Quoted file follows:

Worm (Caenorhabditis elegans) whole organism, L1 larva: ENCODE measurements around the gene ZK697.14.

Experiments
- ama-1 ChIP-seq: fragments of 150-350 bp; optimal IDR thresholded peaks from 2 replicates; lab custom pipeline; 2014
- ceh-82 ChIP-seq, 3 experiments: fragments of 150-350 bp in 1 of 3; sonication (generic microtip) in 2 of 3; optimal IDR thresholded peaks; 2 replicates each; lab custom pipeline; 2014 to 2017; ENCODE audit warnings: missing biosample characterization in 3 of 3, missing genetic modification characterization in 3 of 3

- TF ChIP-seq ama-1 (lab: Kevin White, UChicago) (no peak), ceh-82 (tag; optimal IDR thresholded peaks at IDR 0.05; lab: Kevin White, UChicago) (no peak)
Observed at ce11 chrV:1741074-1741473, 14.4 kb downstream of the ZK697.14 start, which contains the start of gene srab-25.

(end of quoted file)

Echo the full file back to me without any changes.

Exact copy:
Worm (Caenorhabditis elegans) whole organism, L1 larva: ENCODE measurements around the gene ZK697.14.

Experiments
- ama-1 ChIP-seq: fragments of 150-350 bp; optimal IDR thresholded peaks from 2 replicates; lab custom pipeline; 2014
- ceh-82 ChIP-seq, 3 experiments: fragments of 150-350 bp in 1 of 3; sonication (generic microtip) in 2 of 3; optimal IDR thresholded peaks; 2 replicates each; lab custom pipeline; 2014 to 2017; ENCODE audit warnings: missing biosample characterization in 3 of 3, missing genetic modification characterization in 3 of 3

- TF ChIP-seq ama-1 (lab: Kevin White, UChicago) (no peak), ceh-82 (tag; optimal IDR thresholded peaks at IDR 0.05; lab: Kevin White, UChicago) (no peak)
Observed at ce11 chrV:1741074-1741473, 14.4 kb downstream of the ZK697.14 start, which contains the start of gene srab-25.